• This! I can’t believe I forgot to talk about this! It’s so difficult and expensive for a business to become “certified organic”. A lot of booths at your local farmers market will not be certified organic, but still be using organic practices in every way you care about. They will try to explain this to you, and it will sound like bullshit at the time, but it’s true. When you get down to the level of local, tiny farms, many just can’t afford/are in the process of getting their organic certification.

  4. Yes, yes, and YES on the Michael Pollan books! Everyone should at the very least read “In Defense of Food,” and follow with “Omnivore’s Dilemma” if they want a more in-depth analysis. He also has “The Food Rules,” which is like a condensed version of Defense, for people who don’t like to read so much I guess.

    I would also add that I am currently working on “Animal, Vegetable, Miracle,” by Barbara Kingsolver and so far find it very interesting along the same vein of Food Morality. Unfortunately, it’s just making me feel increasingly guilty about my one-a-day banana habit. 🙁

    And yes, what others said: invest in your local producers, and get to know the people who grow your food. Check out CSAs and farmers markets, consider making your own bread and condiments from scratch (saves money AND is healthier!), and really just learn where your food comes from. It’s almost impossible to eat 100% ethically, but you can at least prioritize your concerns and make a dent.

    • “Animal, Vegetable, Miracle” is an awesome book. And not to be a spoiler, but some of it is about making peace with how you get your food. In the meantime, it is lovely to read.

      My advice is to try to grow what you can and compost what you don’t finish. If you can keep yourself in salad greens and tomatoes through one growing season, you’ve done some good. And when you compost, you’ll do even better the following year. Plus, it’s super fun to play in the dirt!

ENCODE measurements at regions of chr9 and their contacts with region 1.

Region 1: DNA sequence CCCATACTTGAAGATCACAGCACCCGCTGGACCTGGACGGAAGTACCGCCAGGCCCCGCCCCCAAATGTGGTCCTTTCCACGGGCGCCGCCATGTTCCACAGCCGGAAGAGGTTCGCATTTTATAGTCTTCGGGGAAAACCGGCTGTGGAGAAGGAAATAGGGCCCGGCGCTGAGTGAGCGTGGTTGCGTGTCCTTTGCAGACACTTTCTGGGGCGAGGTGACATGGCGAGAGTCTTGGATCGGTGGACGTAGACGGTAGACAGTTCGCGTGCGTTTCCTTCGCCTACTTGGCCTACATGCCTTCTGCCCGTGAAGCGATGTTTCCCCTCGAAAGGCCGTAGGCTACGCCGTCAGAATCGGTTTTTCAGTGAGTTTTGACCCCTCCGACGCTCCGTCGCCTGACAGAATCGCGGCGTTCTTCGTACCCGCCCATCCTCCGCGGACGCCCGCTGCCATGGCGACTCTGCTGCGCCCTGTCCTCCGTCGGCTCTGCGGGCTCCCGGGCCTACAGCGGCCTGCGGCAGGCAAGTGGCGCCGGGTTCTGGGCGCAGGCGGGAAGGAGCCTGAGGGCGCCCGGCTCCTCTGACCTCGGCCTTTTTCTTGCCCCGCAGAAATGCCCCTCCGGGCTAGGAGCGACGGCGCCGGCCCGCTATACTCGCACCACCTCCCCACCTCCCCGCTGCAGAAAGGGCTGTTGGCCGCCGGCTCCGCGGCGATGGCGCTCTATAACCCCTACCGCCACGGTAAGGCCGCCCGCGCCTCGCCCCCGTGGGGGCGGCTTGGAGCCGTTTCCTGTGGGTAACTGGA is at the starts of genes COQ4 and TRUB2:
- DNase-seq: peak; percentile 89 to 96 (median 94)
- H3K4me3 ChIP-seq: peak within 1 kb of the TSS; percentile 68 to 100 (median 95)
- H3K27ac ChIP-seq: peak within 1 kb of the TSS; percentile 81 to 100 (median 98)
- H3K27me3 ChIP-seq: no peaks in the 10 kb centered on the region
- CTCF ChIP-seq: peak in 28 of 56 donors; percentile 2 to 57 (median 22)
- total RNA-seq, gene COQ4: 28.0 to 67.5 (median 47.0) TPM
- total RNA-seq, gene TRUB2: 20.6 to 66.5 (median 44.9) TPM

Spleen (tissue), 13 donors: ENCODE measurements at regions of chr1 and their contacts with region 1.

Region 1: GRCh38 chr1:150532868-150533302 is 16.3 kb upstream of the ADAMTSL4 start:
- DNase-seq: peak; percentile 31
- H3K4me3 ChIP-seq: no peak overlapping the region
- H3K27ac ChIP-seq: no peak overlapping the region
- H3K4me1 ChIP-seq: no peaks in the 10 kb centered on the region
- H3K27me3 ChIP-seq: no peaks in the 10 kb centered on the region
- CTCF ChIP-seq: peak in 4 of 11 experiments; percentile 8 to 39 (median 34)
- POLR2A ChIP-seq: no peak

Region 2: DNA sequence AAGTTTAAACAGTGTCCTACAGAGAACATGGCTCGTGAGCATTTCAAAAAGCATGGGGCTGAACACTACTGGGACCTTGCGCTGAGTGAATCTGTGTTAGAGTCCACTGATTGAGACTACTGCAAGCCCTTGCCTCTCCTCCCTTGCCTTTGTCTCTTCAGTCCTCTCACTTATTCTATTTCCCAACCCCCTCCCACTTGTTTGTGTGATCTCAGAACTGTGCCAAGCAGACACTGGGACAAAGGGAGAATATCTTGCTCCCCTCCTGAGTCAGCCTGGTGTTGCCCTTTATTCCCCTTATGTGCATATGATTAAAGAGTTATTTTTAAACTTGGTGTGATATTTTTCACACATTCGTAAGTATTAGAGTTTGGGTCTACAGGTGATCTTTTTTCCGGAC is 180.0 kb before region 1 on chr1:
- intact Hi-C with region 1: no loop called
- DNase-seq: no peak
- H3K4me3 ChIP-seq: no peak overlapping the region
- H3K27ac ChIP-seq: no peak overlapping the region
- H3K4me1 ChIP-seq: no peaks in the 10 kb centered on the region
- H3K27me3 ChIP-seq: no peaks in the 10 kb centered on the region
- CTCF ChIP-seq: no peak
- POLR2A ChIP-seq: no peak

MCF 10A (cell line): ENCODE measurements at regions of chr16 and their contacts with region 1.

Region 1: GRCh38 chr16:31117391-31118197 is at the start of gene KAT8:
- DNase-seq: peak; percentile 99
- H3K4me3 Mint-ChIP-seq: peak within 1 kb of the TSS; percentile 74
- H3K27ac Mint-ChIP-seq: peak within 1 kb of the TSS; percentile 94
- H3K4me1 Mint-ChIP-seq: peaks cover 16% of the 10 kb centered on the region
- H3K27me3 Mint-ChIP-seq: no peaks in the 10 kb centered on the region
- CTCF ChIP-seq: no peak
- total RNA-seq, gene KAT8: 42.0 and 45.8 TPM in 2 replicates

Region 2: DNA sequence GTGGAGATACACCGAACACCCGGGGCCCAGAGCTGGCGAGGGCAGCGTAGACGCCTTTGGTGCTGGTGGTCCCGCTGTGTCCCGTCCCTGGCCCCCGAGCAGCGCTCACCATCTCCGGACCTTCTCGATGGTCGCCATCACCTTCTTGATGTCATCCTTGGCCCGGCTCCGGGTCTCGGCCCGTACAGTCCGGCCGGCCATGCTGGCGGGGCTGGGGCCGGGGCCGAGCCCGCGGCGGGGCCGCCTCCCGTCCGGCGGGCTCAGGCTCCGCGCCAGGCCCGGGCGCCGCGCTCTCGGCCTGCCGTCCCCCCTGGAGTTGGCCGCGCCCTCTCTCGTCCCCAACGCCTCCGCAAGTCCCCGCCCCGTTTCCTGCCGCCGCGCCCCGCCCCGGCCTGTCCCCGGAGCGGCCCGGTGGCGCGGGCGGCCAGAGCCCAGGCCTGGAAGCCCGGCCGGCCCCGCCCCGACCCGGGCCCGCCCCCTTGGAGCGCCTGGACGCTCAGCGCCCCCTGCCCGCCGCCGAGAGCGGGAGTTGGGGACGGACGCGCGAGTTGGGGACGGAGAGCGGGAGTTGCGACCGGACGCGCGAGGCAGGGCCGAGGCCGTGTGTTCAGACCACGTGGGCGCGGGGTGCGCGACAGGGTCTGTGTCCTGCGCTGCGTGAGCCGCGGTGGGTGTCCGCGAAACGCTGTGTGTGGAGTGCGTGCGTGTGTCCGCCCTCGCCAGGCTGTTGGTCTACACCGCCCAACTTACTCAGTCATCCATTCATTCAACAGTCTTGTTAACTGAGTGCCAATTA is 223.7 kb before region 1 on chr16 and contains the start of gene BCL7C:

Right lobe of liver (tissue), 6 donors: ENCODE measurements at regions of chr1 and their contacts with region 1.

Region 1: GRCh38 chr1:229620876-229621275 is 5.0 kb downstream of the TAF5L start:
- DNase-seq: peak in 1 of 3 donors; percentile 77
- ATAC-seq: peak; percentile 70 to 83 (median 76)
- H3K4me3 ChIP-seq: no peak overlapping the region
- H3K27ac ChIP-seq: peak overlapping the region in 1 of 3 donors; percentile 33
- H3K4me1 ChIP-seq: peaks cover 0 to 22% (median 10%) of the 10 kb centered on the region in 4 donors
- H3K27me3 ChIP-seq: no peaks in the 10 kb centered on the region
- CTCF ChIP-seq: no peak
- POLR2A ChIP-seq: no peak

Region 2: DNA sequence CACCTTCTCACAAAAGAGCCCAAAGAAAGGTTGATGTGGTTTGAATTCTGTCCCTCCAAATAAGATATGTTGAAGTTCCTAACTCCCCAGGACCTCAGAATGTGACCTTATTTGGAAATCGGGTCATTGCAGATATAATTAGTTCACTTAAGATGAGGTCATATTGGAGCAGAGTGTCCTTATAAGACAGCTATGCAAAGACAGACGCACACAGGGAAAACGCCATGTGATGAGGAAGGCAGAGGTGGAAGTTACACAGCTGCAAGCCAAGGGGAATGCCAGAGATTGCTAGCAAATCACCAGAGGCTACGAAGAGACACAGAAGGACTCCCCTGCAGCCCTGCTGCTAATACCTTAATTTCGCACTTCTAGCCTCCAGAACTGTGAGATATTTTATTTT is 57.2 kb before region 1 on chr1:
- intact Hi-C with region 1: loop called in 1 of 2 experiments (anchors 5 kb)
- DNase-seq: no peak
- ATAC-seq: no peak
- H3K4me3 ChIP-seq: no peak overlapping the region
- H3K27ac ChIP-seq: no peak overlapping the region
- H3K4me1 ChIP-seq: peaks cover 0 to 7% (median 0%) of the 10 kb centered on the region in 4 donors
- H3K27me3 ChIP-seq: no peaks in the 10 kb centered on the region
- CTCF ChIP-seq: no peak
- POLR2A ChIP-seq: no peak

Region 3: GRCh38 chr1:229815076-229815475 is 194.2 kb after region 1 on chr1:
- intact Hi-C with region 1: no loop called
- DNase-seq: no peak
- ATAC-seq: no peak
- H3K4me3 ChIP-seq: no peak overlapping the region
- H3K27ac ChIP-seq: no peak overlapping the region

• YES. Animal, Vegetable, Miracle is fantastic, and it really changed the way my partner and I think about food. I recommend the audiobook – Barbara and her family read it and it’s really neat to hear them.

        • Animal, Vegetable Miracle changed my life. It really shows that eating locally and growing your own food is not only easy and accessible, but also enjoyable! No tomato is as delicious as one you have grown yourself. I think the most beautiful point of the book (and the wonderful “Ominvore’s Dilemma” too) is that there are choices out there. We make these choices every day. Most everyone has control over their food choices, and it is up to us to make the choices that are right for us in our own specific situations. Maybe not everyone can live self-sustainably or fully locavore. But, even if you make these choices once in a while, every little bit helps!

  5. I agree with the above: know your farmer.

    I deal with this by producing my own food and I am about to make the step to raising meat rabbits (a very rare breed of meat rabbits – to continue it’s line) and chickens. I’ve always had a garden, but next year it will be much bigger. It needs to support 7 adults, and various animals (rabbits, chickens, dogs, cats… etc).

    I think it’s very important to support local, small farmers. It helps to maintain the organic and heritage breeds.

  6. My advice is to not get overwhelmed. Take baby steps. Make little changes at your own pace. You aren’t going to save the world. That’s not your responsibility. What you can do is make deliberate choices and feel good about what you’re eating.

    • Thank you. I’m actually the original question-asker, and so far, out of anyone, this has been the most helpful. I guess my biggest problem is I take a baby-step, and I still feel like people are snubbing me. I ditch the grocery bags, and I hear, “You STILL eat meat?” I start eating more veggies, and I hear, “You BUY your bread?”


      I mean, I do what I can. I really am trying. But I’m new to this, and when someone wants to be a hippie alternative snob, it makes me want to smother a cow in pesticides and motor oil and eat it in front of them.

      • Buffalo winter? As in Buffalo, NY? I just found this post and must say now that I’m working on getting onto this just a little I’m not perfect we should talk in person if you still live here.

  7. I’ve always thought one of the most respectful things a carnivore/omnivore can do is to make sure no animal goes to waste (sorry veggies). Which means using every part possible, Bones for stock and broths, using leather etc. I know it doesn’t address a lot of the problems but it helps in mindset if your thinking about how to respect the animals life.